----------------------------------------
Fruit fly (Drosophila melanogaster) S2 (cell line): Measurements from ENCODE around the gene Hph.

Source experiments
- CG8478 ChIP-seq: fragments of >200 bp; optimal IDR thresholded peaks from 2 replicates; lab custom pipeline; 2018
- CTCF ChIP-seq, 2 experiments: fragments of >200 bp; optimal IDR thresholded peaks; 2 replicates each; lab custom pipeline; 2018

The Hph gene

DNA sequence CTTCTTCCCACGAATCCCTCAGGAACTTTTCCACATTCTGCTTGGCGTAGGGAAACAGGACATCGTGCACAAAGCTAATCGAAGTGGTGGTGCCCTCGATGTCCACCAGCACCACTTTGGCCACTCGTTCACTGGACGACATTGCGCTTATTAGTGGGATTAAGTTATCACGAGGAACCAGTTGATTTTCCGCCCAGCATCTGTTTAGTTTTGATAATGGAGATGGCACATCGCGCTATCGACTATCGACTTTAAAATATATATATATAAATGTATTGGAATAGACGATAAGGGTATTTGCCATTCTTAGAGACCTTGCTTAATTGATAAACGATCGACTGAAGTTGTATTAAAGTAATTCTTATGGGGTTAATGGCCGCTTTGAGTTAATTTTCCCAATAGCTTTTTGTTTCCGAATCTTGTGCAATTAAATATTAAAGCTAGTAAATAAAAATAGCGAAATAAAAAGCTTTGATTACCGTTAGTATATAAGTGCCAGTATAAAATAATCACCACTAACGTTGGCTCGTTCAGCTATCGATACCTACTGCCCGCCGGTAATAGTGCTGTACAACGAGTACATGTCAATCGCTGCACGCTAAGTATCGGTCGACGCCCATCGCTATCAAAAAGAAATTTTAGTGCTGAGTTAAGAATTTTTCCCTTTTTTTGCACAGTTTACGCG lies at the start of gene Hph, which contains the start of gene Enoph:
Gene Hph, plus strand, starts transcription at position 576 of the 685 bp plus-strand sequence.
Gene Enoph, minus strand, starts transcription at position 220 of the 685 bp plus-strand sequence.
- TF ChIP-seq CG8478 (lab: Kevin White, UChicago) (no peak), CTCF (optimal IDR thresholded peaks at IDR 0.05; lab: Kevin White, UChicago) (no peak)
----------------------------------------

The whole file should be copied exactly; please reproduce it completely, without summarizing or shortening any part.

Fruit fly (Drosophila melanogaster) S2 (cell line): Measurements from ENCODE around the gene Hph.

Source experiments
- CG8478 ChIP-seq: fragments of >200 bp; optimal IDR thresholded peaks from 2 replicates; lab custom pipeline; 2018
- CTCF ChIP-seq, 2 experiments: fragments of >200 bp; optimal IDR thresholded peaks; 2 replicates each; lab custom pipeline; 2018

The Hph gene

DNA sequence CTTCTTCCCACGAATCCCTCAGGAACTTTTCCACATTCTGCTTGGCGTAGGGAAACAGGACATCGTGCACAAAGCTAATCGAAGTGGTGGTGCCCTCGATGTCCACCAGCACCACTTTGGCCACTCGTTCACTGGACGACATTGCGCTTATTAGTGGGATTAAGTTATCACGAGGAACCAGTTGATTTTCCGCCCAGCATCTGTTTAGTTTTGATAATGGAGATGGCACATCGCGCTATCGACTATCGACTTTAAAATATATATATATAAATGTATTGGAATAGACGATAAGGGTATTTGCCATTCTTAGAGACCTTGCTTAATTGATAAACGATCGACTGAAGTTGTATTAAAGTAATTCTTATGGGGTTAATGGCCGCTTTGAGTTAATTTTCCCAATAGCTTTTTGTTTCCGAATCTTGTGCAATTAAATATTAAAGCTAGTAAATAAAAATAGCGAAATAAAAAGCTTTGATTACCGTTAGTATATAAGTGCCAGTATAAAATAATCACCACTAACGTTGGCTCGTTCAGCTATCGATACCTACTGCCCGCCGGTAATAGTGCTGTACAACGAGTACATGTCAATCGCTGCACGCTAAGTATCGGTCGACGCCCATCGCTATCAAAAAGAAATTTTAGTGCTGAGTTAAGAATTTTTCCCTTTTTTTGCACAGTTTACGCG lies at the start of gene Hph, which contains the start of gene Enoph:
Gene Hph, plus strand, starts transcription at position 576 of the 685 bp plus-strand sequence.
Gene Enoph, minus strand, starts transcription at position 220 of the 685 bp plus-strand sequence.
- TF ChIP-seq CG8478 (lab: Kevin White, UChicago) (no peak), CTCF (optimal IDR thresholded peaks at IDR 0.05; lab: Kevin White, UChicago) (no peak)